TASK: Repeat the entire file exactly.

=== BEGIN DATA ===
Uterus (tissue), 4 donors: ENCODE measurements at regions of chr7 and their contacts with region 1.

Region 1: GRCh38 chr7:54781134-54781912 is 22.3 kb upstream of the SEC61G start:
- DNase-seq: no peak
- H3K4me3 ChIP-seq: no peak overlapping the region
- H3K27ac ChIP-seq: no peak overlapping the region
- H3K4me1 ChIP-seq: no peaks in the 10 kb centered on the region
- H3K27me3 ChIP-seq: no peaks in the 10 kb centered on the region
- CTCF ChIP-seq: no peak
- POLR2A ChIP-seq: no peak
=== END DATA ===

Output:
Uterus (tissue), 4 donors: ENCODE measurements at regions of chr7 and their contacts with region 1.

Region 1: GRCh38 chr7:54781134-54781912 is 22.3 kb upstream of the SEC61G start:
- DNase-seq: no peak
- H3K4me3 ChIP-seq: no peak overlapping the region
- H3K27ac ChIP-seq: no peak overlapping the region
- H3K4me1 ChIP-seq: no peaks in the 10 kb centered on the region
- H3K27me3 ChIP-seq: no peaks in the 10 kb centered on the region
- CTCF ChIP-seq: no peak
- POLR2A ChIP-seq: no peak